Brief thoughts on Lucifer

Dtcwee asked a question about Lucifer in light of the previous post.

Could we then say that Lucifer is imagining his own responsibility for his fall?

I’m hesitant to speculate too much about angels.

In the tradition, Lucifer’s sin is pride. That would imply he went wrong in desiring to be somehow equal to God or independent of God. This pride is believed to have been motivated by Lucifer’s own greatness, since he was the highest of angels.

If I’m right about original sin, then we could argue that human pride is different because it is motivated by suffering and separateness, a condition we inherit from our parents.

This difference in the motive of pride is what makes me hesitate in case I’m missing something important.

That aside, the devil is just another creature, and the conditions of his existence are essentially the same as ours. I very tentatively suggest that his “responsibility” began through contemplating his own greatness in the created order. As I mentioned in a previous post where I quoted John Cassian:

he believed that he had acquired the splendour of that wisdom and the beauty of those powers, with which he was graced by the gift of the Creator, by the might of his own nature, and not by the beneficence of His generosity. And on this account he was puffed up as if he stood in no need of divine assistance in order to continue in this state of purity

This is the point where tradition tells us the highest creature in existence succumbed to pride. A self-consciousness of his own greatness was the cause of Lucifer’s false sense of “responsibility”, which initiated his subsequent fall.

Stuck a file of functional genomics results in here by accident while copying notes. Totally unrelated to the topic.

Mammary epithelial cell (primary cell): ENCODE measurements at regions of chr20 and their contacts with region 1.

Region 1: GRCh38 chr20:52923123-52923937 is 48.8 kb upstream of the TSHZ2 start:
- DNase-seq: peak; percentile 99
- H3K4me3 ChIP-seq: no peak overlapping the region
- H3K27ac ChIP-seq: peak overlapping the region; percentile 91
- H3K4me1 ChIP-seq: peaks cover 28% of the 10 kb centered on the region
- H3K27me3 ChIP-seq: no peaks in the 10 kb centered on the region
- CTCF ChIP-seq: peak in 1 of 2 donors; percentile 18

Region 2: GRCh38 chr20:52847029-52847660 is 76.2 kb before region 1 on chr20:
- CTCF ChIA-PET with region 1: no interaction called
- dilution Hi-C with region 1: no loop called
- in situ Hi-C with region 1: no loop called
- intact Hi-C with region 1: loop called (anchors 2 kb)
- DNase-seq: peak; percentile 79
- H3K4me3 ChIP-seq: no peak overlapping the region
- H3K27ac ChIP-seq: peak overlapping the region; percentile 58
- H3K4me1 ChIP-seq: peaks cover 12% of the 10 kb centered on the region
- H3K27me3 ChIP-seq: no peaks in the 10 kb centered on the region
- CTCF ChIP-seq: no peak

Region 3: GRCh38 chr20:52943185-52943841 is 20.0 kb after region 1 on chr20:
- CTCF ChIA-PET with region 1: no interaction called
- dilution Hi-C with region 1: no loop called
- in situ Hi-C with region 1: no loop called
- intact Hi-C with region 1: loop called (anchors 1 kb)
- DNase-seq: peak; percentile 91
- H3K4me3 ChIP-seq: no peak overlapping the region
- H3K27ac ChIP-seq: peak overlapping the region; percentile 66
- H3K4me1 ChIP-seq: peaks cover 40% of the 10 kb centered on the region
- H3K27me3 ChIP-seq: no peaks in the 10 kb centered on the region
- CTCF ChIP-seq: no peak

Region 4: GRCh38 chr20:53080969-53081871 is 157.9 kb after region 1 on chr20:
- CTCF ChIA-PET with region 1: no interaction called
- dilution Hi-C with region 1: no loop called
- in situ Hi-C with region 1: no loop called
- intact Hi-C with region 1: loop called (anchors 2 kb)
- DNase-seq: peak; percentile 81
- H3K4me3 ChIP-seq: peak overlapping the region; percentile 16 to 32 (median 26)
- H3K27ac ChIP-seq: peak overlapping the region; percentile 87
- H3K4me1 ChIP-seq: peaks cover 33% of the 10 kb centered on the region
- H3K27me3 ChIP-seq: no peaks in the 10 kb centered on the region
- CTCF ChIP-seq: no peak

Cassian concludes:

On account of which being forsaken by God, whom he fancied he no longer needed, he suddenly became unstable and tottering, and discovered the weakness of his own nature, and lost the blessedness which he had enjoyed by God’s gift.

So the only reason I would demur from accepting dtcwee’s suggestion is that Lucifer exhibited a kind of “positive” responsibility. He was so great, he identified with his greatness and in that moment embraced a false self-sufficiency. Responsibility is the corollary of that.

My only other caveat is that the word “imagined” should be taken as an analogy. The sense of responsibility may be false, but in calling it “imaginary” we shouldn’t underestimate the impact this false idea has had on our existence.

Furthermore, our normal use of “imaginary” implies that we are under a misapprehension. The conclusion I am working toward is that we are a part of that misapprehension as well. Responsibility is not just something you are imagining, it is something that underpins our sense of self.